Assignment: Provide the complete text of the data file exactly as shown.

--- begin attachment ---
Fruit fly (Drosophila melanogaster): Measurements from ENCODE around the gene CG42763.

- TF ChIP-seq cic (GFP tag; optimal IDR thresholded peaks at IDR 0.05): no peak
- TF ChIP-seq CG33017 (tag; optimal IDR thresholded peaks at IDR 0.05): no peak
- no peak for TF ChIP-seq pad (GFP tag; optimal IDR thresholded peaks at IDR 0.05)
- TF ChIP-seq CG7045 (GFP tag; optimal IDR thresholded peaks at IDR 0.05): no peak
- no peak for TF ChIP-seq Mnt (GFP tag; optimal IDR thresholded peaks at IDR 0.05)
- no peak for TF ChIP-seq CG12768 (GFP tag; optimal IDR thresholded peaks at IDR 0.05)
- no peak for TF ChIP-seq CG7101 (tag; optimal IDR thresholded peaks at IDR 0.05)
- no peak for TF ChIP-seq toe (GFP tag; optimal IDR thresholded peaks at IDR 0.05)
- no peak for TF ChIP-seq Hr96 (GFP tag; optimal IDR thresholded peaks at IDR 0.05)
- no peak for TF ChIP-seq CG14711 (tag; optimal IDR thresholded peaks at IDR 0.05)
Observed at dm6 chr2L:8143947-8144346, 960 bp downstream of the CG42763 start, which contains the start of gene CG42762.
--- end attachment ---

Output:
Fruit fly (Drosophila melanogaster): Measurements from ENCODE around the gene CG42763.

- TF ChIP-seq cic (GFP tag; optimal IDR thresholded peaks at IDR 0.05): no peak
- TF ChIP-seq CG33017 (tag; optimal IDR thresholded peaks at IDR 0.05): no peak
- no peak for TF ChIP-seq pad (GFP tag; optimal IDR thresholded peaks at IDR 0.05)
- TF ChIP-seq CG7045 (GFP tag; optimal IDR thresholded peaks at IDR 0.05): no peak
- no peak for TF ChIP-seq Mnt (GFP tag; optimal IDR thresholded peaks at IDR 0.05)
- no peak for TF ChIP-seq CG12768 (GFP tag; optimal IDR thresholded peaks at IDR 0.05)
- no peak for TF ChIP-seq CG7101 (tag; optimal IDR thresholded peaks at IDR 0.05)
- no peak for TF ChIP-seq toe (GFP tag; optimal IDR thresholded peaks at IDR 0.05)
- no peak for TF ChIP-seq Hr96 (GFP tag; optimal IDR thresholded peaks at IDR 0.05)
- no peak for TF ChIP-seq CG14711 (tag; optimal IDR thresholded peaks at IDR 0.05)
Observed at dm6 chr2L:8143947-8144346, 960 bp downstream of the CG42763 start, which contains the start of gene CG42762.